Zoltan Hajnal is a professor of political science at the University of California San Diego. A scholar of racial and ethnic politics, urban politics, immigration and political behavior, Hajnal is the author of "White Backlash: Immigration, Race, and American Politics" (Princeton 2015 – Choice Outstanding Academic Title), "Why Americans Don’t Join the Party: Race, Immigration, and the Failure of Political Parties to Engage the Electorate" (Princeton 2011 – Winner of the APSA’s Best Book on Race/Ethnicity), "America’s Uneven Democracy: Race, Turnout, and Representation in City Politics" (Cambridge 2010 – Winner of APSA’s Best Book on Urban Politics) and "Changing White Attitudes toward Black Political Leadership" (Cambridge 2006). His research has been featured in the New York Times, Washington Post, and a range of other media outlets.
Areas of Expertise (4)
Race and American Politics
University of Chicago: Ph.D., Political Science 1998
University of Chicago: M.A., Political Science 1993
Yale University: B.S., Geophysics/Political Science 1990
Media Appearances (3)
Why Republicans don’t push back on Trump’s China tariffs — in one map
On Friday, Beijing announced new tariffs on $60 billion in U.S. goods — prompting new U.S. threats to ratchet up tariffs on Chinese exports to the United States. These are just the latest volleys in the trade war sparked by the Trump administration’s announcement to put tariffs on some $200 billion in Chinese exports.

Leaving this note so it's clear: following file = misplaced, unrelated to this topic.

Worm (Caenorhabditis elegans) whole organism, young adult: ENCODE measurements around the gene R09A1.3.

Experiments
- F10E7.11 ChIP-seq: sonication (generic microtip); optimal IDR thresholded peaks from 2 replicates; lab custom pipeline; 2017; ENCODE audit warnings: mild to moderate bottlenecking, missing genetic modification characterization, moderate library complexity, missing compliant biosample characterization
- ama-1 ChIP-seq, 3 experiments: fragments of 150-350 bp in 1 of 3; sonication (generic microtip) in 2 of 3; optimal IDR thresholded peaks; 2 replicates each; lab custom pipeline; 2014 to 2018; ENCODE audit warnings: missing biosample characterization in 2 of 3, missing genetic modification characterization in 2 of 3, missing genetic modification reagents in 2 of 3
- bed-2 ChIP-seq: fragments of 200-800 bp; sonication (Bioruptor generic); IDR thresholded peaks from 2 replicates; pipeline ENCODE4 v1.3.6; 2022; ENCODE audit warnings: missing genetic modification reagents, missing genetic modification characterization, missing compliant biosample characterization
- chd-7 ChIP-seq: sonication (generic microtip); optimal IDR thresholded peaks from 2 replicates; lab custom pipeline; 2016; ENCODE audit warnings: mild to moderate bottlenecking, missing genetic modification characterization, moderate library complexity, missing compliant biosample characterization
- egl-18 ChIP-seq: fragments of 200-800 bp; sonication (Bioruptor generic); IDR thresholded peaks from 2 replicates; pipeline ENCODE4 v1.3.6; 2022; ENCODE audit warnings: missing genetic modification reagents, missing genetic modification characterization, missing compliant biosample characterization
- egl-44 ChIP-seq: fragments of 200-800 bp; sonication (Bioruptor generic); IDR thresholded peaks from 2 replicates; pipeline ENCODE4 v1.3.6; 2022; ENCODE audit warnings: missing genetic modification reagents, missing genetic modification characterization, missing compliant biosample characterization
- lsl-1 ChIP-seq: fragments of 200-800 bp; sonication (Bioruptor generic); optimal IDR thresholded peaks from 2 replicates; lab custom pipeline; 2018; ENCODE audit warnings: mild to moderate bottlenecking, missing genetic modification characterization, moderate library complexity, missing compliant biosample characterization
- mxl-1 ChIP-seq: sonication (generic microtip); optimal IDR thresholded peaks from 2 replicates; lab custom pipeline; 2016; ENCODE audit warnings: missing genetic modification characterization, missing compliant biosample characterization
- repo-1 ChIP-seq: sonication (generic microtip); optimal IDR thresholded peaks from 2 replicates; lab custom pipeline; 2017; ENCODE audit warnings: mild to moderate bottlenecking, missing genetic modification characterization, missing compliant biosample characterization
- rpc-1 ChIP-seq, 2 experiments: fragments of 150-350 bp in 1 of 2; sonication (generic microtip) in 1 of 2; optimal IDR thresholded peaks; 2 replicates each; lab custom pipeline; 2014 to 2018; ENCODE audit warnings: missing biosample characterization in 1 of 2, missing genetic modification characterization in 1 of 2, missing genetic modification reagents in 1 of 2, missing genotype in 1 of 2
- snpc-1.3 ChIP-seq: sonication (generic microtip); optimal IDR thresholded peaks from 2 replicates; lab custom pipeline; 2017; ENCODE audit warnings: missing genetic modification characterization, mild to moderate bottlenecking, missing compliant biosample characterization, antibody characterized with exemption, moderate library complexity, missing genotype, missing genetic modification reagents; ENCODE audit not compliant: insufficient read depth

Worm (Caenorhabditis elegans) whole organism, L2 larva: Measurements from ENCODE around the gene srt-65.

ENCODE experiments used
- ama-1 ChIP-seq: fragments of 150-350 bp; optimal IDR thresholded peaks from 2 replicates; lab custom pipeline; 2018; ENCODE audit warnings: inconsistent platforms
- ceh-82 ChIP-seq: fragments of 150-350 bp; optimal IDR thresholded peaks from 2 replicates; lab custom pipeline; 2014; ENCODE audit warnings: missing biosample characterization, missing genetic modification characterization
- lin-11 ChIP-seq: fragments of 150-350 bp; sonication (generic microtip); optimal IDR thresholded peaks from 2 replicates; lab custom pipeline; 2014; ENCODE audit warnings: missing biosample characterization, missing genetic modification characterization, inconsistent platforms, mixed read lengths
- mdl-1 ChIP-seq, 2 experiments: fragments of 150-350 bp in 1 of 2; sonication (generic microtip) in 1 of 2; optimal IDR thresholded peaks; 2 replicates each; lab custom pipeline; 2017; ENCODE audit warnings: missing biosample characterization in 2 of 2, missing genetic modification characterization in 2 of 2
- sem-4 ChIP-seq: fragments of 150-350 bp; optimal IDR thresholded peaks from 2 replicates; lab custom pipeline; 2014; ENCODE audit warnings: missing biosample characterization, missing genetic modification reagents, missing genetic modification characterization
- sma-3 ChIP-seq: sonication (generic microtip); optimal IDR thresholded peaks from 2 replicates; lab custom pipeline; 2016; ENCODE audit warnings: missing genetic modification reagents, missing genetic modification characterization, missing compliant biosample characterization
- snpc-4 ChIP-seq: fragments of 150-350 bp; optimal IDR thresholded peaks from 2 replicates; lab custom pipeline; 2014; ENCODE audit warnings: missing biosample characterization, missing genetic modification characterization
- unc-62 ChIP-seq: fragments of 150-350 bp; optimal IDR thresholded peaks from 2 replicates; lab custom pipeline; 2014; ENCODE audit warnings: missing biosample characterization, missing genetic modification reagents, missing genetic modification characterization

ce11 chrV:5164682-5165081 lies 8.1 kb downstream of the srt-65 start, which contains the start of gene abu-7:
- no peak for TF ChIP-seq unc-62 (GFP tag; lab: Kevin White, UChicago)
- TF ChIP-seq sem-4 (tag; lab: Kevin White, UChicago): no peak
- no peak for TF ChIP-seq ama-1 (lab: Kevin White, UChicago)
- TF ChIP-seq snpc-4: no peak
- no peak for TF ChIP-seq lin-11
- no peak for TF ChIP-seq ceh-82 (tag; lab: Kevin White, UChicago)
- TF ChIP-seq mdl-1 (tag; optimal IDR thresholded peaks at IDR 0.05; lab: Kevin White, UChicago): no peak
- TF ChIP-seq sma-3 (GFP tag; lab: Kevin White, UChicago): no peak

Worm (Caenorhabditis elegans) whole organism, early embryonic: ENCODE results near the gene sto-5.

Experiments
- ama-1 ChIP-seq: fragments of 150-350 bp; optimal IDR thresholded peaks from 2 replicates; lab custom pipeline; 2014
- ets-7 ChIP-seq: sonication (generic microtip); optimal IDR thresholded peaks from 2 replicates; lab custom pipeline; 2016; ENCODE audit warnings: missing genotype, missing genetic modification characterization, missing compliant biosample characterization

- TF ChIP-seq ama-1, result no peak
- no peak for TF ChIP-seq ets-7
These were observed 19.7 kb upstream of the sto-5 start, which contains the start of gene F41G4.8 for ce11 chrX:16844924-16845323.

Op-Ed: The results on voter ID laws are in — and it’s bad news for ethnic and racial minorities
Los Angeles Times online
Zoltan L. Hajnal is a professor of political science at UC San Diego and is co-author of “Voter Identification Laws and the Suppression of Minority Votes,” forthcoming in the Journal of Politics.
Opinion | The Democrats' Immigration Problem
New York Times
Why is immigration such a problem for the Democratic Party? The issue splits traditional Democratic constituencies
Low and uneven election turnout has contributed to widespread concern about bias in American democracy as well as wide-ranging efforts at reform. Unfortunately, few reforms have proven to be both effective and politically viable.
Rapid growth in America’s economic inequality and endemic disadvantages among racial minorities have deepened fears about unequal political influence. From separate studies, it appears that the government responds more to the wealthy and to whites. But critical questions remain unanswered.
Voter ID laws determine who can and who cannot vote. Given the recent propagation of these laws by Republican legislatures, efforts by the Trump administration and other state legislatures to expand their reach, and the wide-ranging impact that all of this could have on racial and ethnic minorities, it is imperative that we understand their consequences.
The proliferation of increasingly strict voter identification laws around the country has raised concerns about voter suppression. Although there are many reasons to suspect that these laws could harm groups like racial minorities and the poor, existing studies have been limited, with most occurring before states enacted strict identification requirements, and they have uncovered few effects.
Laboratory studies frequently find that framing changes individual issue positions. But few real-world studies have demonstrated framing induced shifts in aggregate political opinions, let alone political identities. One explanation for these divergent findings is that the competitive nature of most real-world political debates presents multiple frames that cancel each other out.